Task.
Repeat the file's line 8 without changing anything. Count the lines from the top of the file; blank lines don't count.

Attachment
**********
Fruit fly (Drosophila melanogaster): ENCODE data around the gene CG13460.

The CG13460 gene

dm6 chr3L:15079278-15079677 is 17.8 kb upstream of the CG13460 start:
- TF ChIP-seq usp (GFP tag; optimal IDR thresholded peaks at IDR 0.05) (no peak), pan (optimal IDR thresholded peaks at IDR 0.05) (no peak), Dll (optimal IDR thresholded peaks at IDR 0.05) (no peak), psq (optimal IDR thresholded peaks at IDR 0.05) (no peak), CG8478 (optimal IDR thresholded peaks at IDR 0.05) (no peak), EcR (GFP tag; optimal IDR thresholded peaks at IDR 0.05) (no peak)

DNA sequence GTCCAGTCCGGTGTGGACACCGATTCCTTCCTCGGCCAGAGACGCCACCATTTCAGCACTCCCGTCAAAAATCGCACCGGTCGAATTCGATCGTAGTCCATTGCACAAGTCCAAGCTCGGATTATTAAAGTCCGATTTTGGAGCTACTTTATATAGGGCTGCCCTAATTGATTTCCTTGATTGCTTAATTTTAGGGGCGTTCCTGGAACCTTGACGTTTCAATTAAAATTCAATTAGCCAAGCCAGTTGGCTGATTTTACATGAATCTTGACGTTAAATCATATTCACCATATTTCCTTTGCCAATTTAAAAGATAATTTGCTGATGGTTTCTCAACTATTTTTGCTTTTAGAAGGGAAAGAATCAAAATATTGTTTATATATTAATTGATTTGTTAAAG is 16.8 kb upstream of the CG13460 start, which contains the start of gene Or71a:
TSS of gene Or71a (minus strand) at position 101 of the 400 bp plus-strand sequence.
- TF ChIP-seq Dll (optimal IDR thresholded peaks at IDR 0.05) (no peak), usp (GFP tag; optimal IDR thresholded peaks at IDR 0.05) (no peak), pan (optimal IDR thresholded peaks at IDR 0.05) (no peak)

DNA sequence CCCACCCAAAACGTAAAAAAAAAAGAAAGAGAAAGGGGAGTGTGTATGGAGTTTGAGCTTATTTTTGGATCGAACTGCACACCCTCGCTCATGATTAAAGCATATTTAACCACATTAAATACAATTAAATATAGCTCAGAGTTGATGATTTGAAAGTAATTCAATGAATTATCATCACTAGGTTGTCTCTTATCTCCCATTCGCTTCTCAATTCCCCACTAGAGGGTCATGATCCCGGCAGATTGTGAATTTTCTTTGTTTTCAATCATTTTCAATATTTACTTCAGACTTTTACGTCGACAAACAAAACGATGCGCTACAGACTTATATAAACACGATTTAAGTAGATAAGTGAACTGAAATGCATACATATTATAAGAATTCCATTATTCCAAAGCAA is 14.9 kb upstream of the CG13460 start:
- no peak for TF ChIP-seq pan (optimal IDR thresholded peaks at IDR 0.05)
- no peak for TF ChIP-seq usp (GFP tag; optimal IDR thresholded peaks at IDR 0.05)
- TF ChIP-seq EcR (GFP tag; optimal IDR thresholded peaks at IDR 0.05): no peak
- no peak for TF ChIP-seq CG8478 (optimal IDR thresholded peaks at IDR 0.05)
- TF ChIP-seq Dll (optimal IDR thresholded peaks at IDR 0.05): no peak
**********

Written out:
DNA sequence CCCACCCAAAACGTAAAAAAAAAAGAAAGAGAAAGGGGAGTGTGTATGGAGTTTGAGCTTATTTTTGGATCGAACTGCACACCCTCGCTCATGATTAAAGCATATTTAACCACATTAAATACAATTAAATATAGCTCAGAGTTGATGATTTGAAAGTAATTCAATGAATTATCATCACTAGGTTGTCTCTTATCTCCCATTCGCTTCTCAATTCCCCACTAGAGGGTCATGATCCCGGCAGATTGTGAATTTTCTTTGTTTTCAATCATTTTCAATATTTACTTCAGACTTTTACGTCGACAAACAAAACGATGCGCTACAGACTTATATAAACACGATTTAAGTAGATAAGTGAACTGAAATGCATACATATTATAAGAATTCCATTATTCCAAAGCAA is 14.9 kb upstream of the CG13460 start: